Of the 639 samples reactive in both EIA screening tests, 535 (84%) were confirmed positive by WB. Of the 2 079 samples that were reactive to only one of the two EIA screening tests, only two of them (0.1%) were positive by WB. These two samples both had only weak p24 and gp160 bands on the WB. A follow-up sample was obtained in both of these cases. One of the donors was negative on both of the EIA tests of the follow-up sample, which was collected 45 days after the initial donation, and the person remained negative over the following 3 years when he was tested again for HIV at the blood center as part of the reentry process. The second individual had only one follow-up sample collected, 22 days after the initial donation. In comparison to the tests on the initial donation sample, this person's follow-up sample was reactive to the same EIA test and had a weak p24 band on the WB test but no longer had a gp160 band. Based on these findings, we concluded that the blood donations in both of these cases had produced false-positive WB results.
Of the initial 2 718 donors whose samples were reactive in at least one EIA screening test, 1 576 of them (58%) returned for follow-up testing. The results with those follow-up samples are shown in Table 2.
There were two donors who were initially weakly reactive to a single EIA test and with a negative WB who seroconverted, being positive to both of the follow-up EIAs and to the follow-up WB. These were the only true HIV-positive samples that were detected with only one of the two EIAs used at screening.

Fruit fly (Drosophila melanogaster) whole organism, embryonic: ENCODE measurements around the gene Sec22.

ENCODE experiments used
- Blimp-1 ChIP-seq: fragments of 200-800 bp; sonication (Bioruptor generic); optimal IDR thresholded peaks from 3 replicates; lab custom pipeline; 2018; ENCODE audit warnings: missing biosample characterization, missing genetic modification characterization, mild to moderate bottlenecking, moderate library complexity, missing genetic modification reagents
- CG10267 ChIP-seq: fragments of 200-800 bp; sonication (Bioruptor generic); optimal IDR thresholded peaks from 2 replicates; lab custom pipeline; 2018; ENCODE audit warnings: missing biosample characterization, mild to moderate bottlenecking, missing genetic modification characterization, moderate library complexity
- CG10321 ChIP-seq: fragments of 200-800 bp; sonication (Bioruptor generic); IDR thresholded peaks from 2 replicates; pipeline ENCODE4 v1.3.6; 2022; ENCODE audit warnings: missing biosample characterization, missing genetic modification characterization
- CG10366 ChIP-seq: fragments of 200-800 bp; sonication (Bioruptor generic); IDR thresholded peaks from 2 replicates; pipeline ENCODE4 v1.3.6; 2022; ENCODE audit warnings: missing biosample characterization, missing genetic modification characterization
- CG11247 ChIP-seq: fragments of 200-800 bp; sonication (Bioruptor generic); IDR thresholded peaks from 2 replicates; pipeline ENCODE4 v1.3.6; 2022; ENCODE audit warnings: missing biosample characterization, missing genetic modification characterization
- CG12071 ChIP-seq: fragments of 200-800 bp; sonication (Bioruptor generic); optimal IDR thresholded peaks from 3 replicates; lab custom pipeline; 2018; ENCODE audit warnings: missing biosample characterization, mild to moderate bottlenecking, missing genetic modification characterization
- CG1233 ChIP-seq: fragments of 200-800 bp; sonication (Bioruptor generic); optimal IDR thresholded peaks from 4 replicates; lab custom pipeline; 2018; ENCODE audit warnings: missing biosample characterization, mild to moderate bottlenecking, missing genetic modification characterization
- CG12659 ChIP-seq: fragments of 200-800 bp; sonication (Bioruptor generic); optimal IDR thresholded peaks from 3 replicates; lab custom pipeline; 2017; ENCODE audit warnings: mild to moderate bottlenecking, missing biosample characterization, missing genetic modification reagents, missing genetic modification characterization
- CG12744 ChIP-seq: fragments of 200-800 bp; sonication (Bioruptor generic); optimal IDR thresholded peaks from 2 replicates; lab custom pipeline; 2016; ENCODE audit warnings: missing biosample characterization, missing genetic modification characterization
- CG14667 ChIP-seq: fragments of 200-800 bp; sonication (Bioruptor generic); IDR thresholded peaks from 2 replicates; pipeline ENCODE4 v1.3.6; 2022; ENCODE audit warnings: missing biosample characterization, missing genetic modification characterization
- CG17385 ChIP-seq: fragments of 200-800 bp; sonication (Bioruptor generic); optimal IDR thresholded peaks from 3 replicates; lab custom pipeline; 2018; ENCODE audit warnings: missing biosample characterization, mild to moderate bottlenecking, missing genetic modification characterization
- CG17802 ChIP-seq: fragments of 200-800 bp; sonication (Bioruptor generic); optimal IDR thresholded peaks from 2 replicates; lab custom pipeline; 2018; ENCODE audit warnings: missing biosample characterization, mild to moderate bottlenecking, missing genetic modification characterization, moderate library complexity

The majority of the latest-generation HIV EIA tests detect all samples with a positive WB (1, 2). However, differences in EIA sensitivity have been described for samples obtained during the period of seroconversion, especially for non-subtype B viruses (6). The data presented here support this, since all the WB-positive samples were detected by both EIAs. The only two cases that were reactive to one of two EIA screening tests and positive on the WB at screening turned out to be false-positives. As previously described (7-9), false-positive results on the WB may be caused by cross-contamination with a positive sample, labeling errors, or nonspecific reactivity to monomeric and multimeric forms of gp41.
During seroconversion, EIA reactivity precedes WB positivity by about 3 days. The two seroconverter samples detected in this study were weakly positive by one EIA screening test and were WB-negative at screening. The follow-up samples for these two donors were positive by both EIA tests as well as the WB. One of these follow-up samples was collected 4 weeks af-ter the initial blood donation, and the other was collected a year after the initial donation.
Our study shows that the use of two different, concomitant EIA screening tests detected 2 seroconversion samples from among the 1 576 donors who returned for follow-up. This set of 1 576 donors represents 58% of the original reactive donor population of 2 718 persons. Therefore, we can estimate that there were about 3.4 seroconversion samples from among the 698 191 blood units (that is, 2/0.58 = 3.4). If we assume that each EIA test has a 50% chance of detecting these low-reactive samples, only 1 more case for every 410 700 units of donated blood would be detected by using two different EIA screening tests as compared to using a single EIA screening test (that is, 698 191/(3.4 x 0.5) = 410 700).